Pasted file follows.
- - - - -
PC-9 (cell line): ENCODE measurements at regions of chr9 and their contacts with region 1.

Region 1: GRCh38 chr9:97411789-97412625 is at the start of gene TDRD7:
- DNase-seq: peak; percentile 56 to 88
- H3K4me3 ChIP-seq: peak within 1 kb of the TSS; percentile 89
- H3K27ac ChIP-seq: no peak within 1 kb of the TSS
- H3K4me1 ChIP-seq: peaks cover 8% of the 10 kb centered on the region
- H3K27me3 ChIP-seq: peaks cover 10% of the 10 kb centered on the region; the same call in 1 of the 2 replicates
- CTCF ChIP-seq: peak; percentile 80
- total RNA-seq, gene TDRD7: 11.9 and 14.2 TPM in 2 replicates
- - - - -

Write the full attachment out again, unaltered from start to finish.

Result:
PC-9 (cell line): ENCODE measurements at regions of chr9 and their contacts with region 1.

Region 1: GRCh38 chr9:97411789-97412625 is at the start of gene TDRD7:
- DNase-seq: peak; percentile 56 to 88
- H3K4me3 ChIP-seq: peak within 1 kb of the TSS; percentile 89
- H3K27ac ChIP-seq: no peak within 1 kb of the TSS
- H3K4me1 ChIP-seq: peaks cover 8% of the 10 kb centered on the region
- H3K27me3 ChIP-seq: peaks cover 10% of the 10 kb centered on the region; the same call in 1 of the 2 replicates
- CTCF ChIP-seq: peak; percentile 80
- total RNA-seq, gene TDRD7: 11.9 and 14.2 TPM in 2 replicates